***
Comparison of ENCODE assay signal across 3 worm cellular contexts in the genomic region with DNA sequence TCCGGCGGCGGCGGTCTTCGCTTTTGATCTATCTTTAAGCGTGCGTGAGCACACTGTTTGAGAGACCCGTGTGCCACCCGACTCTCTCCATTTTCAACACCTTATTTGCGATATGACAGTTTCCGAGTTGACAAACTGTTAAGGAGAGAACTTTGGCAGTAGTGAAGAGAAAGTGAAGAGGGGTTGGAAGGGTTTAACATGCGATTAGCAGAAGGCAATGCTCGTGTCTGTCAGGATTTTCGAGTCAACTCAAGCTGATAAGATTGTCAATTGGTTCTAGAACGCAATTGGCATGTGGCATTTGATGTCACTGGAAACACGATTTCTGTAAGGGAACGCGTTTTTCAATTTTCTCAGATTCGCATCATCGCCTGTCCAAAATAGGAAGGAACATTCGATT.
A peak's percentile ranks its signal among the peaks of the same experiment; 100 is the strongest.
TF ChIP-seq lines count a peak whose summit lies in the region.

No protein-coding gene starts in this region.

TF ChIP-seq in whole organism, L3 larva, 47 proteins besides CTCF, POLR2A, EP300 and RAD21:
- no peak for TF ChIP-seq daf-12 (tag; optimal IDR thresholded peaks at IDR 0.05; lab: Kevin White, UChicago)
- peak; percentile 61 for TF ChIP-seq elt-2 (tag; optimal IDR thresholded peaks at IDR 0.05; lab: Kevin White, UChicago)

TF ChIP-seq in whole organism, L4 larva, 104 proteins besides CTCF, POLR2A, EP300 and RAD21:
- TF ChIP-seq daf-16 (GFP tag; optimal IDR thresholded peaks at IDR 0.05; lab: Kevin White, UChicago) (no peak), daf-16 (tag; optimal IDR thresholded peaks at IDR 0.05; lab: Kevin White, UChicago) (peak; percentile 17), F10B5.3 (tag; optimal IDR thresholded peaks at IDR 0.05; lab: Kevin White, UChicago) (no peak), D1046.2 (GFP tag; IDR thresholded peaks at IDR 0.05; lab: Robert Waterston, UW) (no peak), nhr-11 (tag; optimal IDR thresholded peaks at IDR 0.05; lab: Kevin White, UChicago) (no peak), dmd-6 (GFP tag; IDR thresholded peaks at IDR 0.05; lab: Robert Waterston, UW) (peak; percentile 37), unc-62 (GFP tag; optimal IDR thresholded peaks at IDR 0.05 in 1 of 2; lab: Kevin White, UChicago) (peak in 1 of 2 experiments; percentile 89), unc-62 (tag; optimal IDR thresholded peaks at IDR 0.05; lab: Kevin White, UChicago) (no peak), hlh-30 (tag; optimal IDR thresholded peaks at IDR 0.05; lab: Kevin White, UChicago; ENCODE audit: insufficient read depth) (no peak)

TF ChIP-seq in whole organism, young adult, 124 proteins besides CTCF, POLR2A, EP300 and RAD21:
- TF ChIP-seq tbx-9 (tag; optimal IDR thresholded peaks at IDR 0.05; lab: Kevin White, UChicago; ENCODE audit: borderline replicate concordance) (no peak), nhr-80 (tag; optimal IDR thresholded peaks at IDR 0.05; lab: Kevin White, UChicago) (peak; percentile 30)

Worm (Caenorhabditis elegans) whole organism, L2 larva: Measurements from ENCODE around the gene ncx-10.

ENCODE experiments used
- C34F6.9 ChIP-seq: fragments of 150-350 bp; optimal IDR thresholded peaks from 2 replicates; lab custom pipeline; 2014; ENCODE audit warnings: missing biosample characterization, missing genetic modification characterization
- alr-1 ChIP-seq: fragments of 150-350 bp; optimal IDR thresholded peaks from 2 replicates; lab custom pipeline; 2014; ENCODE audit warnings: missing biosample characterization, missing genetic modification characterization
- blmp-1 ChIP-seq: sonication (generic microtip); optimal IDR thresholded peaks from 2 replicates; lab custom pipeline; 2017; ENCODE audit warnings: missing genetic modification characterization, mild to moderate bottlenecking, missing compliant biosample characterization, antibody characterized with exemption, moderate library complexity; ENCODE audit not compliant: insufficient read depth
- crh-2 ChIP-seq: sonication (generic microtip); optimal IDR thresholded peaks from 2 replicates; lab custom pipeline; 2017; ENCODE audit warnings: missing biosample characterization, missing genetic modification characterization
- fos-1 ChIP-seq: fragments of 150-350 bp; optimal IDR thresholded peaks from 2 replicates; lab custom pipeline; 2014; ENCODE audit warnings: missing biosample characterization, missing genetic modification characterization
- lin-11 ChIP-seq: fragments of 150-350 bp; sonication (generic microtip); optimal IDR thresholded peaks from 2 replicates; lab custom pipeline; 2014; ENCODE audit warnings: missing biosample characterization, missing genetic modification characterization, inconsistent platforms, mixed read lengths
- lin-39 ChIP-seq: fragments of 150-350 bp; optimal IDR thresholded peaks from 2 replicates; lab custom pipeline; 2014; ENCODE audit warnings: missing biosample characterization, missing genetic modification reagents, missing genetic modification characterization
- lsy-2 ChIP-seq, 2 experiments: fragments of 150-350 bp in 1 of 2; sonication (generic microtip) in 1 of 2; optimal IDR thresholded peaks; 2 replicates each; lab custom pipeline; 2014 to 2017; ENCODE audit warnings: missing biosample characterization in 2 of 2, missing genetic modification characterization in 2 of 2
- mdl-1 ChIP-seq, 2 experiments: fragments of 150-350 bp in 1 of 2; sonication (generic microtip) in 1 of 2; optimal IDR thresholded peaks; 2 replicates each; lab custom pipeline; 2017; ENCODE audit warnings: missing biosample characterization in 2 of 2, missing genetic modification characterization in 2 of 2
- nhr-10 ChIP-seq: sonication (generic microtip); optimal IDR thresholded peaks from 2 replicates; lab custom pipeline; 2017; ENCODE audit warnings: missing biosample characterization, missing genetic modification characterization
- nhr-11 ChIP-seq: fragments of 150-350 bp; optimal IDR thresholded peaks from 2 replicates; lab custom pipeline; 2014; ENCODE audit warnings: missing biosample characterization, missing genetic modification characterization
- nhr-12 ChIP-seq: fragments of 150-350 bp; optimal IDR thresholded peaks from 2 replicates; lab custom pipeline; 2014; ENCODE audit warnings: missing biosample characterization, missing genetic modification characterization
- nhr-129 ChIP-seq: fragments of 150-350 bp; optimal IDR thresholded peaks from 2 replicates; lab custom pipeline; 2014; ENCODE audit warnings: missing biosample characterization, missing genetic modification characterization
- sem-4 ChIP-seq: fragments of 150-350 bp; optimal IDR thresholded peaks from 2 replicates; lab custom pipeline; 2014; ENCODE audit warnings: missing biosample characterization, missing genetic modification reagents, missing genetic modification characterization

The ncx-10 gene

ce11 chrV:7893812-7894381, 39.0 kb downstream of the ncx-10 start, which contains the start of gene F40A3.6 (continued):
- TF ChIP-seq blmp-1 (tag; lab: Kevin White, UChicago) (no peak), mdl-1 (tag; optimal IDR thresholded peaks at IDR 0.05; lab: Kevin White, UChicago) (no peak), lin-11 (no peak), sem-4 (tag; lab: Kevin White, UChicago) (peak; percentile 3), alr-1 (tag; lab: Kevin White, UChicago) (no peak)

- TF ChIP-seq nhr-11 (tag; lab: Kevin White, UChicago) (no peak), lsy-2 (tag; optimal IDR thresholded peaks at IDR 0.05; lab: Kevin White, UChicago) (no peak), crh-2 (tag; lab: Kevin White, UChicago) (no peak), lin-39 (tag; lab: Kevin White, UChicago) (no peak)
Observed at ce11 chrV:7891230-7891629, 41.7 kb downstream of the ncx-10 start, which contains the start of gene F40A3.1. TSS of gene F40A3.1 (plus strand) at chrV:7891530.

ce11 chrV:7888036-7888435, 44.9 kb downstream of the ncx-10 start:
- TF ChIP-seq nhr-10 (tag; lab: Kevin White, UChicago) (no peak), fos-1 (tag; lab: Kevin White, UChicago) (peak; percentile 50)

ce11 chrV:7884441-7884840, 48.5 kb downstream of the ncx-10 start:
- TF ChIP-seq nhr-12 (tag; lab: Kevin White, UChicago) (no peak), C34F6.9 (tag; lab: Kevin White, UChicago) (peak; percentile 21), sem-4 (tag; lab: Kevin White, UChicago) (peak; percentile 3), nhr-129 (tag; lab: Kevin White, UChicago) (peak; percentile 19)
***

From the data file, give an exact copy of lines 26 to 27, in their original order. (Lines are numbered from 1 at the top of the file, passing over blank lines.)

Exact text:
- nhr-129 ChIP-seq: fragments of 150-350 bp; optimal IDR thresholded peaks from 2 replicates; lab custom pipeline; 2014; ENCODE audit warnings: missing biosample characterization, missing genetic modification characterization
- sem-4 ChIP-seq: fragments of 150-350 bp; optimal IDR thresholded peaks from 2 replicates; lab custom pipeline; 2014; ENCODE audit warnings: missing biosample characterization, missing genetic modification reagents, missing genetic modification characterization